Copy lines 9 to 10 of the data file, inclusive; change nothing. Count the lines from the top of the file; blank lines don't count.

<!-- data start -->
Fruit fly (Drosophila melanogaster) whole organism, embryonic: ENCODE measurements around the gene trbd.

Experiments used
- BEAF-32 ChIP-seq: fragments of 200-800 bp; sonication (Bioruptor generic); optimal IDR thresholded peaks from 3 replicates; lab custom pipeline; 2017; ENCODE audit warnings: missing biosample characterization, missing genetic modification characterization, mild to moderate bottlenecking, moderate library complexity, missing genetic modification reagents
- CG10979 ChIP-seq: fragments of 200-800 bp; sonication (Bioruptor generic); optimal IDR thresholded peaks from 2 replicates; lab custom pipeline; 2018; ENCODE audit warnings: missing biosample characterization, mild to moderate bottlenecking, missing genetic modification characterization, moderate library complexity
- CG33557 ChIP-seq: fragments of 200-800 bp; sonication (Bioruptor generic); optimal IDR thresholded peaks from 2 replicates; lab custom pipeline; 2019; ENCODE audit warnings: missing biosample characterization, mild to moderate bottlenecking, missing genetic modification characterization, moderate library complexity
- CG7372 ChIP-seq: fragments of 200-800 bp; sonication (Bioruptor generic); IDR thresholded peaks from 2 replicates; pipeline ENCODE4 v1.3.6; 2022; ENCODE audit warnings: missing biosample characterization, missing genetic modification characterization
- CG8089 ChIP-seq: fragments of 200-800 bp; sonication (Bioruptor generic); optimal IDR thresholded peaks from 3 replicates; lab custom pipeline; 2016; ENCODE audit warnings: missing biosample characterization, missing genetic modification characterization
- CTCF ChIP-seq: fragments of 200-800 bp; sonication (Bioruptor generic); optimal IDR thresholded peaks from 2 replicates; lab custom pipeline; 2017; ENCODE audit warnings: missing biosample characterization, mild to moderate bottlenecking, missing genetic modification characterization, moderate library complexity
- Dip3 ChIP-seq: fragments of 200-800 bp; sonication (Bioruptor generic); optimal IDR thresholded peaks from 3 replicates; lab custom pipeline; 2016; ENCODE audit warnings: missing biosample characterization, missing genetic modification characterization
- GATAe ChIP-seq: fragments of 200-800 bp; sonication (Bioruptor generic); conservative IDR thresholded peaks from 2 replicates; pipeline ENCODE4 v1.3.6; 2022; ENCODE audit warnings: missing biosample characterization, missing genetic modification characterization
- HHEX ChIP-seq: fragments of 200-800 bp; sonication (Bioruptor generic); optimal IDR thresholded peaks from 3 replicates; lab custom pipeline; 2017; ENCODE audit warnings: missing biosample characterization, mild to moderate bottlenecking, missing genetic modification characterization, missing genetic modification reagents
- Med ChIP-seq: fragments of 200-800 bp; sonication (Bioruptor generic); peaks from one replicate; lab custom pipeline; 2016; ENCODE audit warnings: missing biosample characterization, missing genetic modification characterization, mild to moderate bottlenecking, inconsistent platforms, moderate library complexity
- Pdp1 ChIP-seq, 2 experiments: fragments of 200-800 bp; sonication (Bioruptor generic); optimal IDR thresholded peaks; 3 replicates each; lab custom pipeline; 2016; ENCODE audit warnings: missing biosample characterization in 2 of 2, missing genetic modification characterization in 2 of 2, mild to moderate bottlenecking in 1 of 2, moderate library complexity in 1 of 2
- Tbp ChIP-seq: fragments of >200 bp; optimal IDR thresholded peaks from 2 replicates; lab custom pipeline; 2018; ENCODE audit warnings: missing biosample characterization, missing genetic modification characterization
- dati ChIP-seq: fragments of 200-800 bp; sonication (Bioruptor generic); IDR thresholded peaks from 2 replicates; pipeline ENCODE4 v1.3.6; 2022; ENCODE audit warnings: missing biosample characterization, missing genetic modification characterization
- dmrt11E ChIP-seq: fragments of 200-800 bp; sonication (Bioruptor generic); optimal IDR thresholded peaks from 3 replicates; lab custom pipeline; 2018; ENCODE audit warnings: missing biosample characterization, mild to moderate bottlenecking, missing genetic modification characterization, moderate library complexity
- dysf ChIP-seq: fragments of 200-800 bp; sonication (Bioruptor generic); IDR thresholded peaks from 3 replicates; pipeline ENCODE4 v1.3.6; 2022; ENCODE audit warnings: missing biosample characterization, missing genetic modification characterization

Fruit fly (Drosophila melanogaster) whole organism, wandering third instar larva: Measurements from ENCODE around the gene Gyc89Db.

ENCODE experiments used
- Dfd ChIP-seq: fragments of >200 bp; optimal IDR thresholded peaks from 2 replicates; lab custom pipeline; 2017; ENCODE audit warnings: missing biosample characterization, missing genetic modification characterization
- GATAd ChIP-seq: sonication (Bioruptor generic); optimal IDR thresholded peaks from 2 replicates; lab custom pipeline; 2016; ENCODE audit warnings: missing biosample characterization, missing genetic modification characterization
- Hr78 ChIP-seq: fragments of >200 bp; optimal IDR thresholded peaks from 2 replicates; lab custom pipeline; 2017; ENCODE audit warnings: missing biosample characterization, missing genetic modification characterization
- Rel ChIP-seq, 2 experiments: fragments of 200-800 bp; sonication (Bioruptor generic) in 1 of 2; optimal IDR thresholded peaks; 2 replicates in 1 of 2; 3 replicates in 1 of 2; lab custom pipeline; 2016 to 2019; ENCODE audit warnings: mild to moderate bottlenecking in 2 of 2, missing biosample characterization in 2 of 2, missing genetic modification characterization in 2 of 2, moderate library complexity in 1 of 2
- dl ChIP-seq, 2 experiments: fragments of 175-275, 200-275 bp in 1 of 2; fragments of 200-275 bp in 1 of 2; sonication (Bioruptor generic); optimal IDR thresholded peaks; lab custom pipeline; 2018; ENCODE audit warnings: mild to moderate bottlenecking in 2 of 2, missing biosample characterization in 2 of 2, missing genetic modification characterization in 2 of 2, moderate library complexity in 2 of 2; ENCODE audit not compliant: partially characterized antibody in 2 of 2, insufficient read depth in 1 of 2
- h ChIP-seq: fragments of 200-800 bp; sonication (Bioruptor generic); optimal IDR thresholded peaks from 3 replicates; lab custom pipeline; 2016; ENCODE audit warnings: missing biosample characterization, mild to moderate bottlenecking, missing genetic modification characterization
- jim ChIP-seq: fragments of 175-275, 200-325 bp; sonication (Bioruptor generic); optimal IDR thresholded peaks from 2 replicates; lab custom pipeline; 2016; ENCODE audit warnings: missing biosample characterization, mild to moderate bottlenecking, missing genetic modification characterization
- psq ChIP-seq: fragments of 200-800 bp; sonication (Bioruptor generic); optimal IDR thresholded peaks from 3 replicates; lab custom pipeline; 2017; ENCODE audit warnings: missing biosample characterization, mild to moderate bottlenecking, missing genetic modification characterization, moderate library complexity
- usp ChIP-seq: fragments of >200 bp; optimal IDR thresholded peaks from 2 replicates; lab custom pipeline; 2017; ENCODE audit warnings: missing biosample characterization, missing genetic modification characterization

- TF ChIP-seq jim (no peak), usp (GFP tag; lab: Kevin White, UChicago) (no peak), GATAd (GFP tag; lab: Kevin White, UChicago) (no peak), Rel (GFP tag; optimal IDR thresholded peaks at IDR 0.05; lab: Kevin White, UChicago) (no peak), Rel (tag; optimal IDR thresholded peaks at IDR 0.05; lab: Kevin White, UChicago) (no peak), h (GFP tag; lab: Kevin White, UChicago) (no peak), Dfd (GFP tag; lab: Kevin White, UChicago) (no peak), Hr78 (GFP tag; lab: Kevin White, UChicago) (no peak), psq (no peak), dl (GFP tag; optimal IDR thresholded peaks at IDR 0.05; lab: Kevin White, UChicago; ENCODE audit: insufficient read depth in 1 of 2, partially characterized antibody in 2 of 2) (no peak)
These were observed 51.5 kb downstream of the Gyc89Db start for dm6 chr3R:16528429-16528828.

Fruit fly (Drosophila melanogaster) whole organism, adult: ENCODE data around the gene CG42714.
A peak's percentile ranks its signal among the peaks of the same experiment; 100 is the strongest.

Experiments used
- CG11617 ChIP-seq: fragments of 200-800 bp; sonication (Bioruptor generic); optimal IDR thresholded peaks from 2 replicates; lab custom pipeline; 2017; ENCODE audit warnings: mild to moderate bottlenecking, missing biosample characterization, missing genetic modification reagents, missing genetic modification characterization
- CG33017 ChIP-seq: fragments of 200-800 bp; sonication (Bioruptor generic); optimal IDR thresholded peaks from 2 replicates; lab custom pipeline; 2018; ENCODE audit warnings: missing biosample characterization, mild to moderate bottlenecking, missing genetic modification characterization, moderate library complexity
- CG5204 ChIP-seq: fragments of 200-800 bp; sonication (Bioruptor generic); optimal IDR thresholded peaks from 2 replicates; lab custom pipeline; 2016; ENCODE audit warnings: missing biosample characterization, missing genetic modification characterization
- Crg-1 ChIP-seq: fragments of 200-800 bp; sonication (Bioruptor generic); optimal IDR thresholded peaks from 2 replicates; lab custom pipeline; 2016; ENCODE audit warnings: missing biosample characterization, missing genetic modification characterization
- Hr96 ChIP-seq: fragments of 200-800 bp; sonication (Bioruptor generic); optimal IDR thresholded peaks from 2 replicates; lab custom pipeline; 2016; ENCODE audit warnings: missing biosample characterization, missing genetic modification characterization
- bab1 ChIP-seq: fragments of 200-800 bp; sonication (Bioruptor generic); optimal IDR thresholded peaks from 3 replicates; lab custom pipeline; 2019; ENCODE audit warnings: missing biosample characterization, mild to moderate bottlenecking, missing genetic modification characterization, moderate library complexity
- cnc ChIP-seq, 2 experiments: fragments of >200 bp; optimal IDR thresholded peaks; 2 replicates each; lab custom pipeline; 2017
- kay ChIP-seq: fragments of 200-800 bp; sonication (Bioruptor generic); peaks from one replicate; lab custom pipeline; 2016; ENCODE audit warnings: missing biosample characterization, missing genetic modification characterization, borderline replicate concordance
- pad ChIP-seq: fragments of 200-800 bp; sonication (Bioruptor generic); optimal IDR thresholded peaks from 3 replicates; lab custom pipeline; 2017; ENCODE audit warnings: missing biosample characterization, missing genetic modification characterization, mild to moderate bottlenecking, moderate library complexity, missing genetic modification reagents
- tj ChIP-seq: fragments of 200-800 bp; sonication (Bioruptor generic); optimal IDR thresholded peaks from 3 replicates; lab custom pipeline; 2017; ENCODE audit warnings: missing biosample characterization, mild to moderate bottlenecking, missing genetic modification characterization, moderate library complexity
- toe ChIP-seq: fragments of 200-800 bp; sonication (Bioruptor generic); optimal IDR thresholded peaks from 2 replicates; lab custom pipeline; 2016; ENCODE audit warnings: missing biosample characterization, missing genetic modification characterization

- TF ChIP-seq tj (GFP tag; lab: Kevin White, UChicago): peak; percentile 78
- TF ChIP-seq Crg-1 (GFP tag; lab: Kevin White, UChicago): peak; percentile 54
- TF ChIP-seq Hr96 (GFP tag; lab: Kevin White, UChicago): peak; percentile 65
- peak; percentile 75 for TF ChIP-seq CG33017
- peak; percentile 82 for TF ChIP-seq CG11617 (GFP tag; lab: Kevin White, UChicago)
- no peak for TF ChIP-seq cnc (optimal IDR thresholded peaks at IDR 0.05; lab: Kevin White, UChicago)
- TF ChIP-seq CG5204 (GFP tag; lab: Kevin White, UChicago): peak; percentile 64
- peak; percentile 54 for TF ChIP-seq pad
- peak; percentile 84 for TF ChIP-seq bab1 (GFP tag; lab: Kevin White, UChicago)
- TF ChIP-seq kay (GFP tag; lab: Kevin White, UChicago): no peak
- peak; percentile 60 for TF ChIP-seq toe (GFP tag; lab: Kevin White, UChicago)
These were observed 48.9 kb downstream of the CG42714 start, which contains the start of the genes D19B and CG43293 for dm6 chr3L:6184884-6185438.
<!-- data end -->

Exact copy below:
- Dip3 ChIP-seq: fragments of 200-800 bp; sonication (Bioruptor generic); optimal IDR thresholded peaks from 3 replicates; lab custom pipeline; 2016; ENCODE audit warnings: missing biosample characterization, missing genetic modification characterization
- GATAe ChIP-seq: fragments of 200-800 bp; sonication (Bioruptor generic); conservative IDR thresholded peaks from 2 replicates; pipeline ENCODE4 v1.3.6; 2022; ENCODE audit warnings: missing biosample characterization, missing genetic modification characterization